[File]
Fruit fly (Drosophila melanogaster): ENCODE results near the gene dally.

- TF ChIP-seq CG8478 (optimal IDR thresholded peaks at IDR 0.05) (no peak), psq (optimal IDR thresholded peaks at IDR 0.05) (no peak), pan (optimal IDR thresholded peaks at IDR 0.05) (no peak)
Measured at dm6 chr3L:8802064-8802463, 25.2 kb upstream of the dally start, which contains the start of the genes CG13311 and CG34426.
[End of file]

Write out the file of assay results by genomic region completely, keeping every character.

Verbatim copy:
Fruit fly (Drosophila melanogaster): ENCODE results near the gene dally.

- TF ChIP-seq CG8478 (optimal IDR thresholded peaks at IDR 0.05) (no peak), psq (optimal IDR thresholded peaks at IDR 0.05) (no peak), pan (optimal IDR thresholded peaks at IDR 0.05) (no peak)
Measured at dm6 chr3L:8802064-8802463, 25.2 kb upstream of the dally start, which contains the start of the genes CG13311 and CG34426.